I have a Panodia portfolio. The "standard" insert has twenty pages (ten double-sided leaves) ... and that is, more or less de rigueur for a portfolio.
I am constantly revising - replacing some with new work. This portfolio is 11" x 14" ... and all the photographs are printed on 11" x 14" paper with varying borders. The hardest part is selecting which - at first, no one has "enough" - then rapidly ... FAR too many.
A couple of suggestions, gleaned from observing people check my portfolio, in my *very* subjective order of importance:
1. I would strongly suggest that all images be either in "portrait" or "landscape" format ... even if it means wild mixing of images sizes. Nothing appears to be more annoying than having to turn the portfolio itself after the initial image - even once.
2. If you work in different "topics" - Nudes, Landscapes, Street Scenes, Abstractions ... It is a good idea to have a separate portfolio, or insert for each.
Saves a lot of wear and tear, and the hassle of taking photographs out and replacing them.
3. It may be advantageous to separate still further; one insert for black and white; another for color. That depends entirely on one's aesthetic preconditioning ( - translation: If it works for you).
All that applies to the portfolio. In visualizing the people who will be affected, one will do well to imagine that they are stressed - a *bunch* - and probably squeezed for time. As an "acid" test, imagine yourself in their position/ mode; Go though the pages, fairly rapidly, and try to estimate what the overall impression of your work will be - on THEM.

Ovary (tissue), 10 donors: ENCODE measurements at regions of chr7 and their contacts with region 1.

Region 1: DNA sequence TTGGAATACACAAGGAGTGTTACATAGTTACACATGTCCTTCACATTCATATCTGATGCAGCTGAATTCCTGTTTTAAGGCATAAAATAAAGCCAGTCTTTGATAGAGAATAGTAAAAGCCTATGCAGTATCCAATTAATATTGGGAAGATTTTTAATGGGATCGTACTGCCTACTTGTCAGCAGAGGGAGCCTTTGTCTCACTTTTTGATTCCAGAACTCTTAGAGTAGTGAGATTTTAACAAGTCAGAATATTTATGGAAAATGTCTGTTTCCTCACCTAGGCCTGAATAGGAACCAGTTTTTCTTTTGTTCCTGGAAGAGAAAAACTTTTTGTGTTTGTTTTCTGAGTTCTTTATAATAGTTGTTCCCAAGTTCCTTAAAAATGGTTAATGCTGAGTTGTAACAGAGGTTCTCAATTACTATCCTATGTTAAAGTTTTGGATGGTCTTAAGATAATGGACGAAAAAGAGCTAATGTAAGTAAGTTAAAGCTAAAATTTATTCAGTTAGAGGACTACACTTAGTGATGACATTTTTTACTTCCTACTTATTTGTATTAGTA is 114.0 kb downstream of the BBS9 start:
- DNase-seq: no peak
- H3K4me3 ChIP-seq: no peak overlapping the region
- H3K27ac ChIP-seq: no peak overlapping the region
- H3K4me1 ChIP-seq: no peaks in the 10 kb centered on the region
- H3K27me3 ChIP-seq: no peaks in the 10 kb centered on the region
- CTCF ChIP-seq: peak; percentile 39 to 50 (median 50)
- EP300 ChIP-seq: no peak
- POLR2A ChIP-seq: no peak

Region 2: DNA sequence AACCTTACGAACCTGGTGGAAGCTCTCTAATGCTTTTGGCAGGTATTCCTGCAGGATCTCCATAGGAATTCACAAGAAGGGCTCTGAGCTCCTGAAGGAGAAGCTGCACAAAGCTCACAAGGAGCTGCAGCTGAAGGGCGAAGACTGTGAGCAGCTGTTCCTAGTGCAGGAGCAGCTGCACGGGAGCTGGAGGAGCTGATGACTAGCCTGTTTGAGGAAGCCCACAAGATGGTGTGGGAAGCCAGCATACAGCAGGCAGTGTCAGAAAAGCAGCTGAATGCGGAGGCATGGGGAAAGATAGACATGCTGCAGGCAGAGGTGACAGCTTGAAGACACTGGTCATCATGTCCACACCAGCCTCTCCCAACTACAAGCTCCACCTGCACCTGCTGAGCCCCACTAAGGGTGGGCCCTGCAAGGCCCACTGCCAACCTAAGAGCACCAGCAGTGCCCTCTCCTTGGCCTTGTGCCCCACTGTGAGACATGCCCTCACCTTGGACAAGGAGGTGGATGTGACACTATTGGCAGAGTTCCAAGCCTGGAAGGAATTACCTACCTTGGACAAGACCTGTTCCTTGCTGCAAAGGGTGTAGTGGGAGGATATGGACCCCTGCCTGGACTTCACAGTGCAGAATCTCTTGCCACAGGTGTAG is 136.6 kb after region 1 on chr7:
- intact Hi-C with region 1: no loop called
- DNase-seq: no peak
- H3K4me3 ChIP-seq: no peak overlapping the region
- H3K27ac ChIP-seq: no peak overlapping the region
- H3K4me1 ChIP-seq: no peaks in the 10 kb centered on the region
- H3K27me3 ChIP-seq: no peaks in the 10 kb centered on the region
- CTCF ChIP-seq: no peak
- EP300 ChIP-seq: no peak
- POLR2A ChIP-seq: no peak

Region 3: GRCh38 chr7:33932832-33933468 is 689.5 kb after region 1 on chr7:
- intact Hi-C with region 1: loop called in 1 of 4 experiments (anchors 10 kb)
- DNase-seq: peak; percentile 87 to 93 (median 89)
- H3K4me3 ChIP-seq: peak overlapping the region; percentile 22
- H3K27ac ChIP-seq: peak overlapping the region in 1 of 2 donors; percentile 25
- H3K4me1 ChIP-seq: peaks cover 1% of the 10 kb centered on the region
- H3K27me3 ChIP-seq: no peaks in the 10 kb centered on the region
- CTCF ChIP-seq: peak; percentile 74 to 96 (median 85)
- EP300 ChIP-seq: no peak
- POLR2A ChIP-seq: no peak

A Gallery exhibition is a little different ... the number of prints will depend, a great deal, on the space available. In operating a "Town Owned" gallery, I usually see a new exhibition every week. To me, the greatest "sin" is crowding - trying to stuff too many works on the walls in a "shotgun" approach. It is the hallmark of an insecure beginner (NOTHING wrong with being a "beginner" - but if you do not have confidence in your work, it is a good idea - for all intents and purposes, necessary - to fake it). I will ALWAYS advise every one to that an error toward the side of "not enough" is FAR better than having too many. Give the future viewers time - and an opportunity - to experience each image.
There is a web site that to me, is very useful in contemplating a gallery set up: [ www.demarchelier.net ] - go to "exhibitons and prtraiture. Patric Demarchelier is one of the great lights in photography, and in his site there are many views of "first water" gallery exhibitions.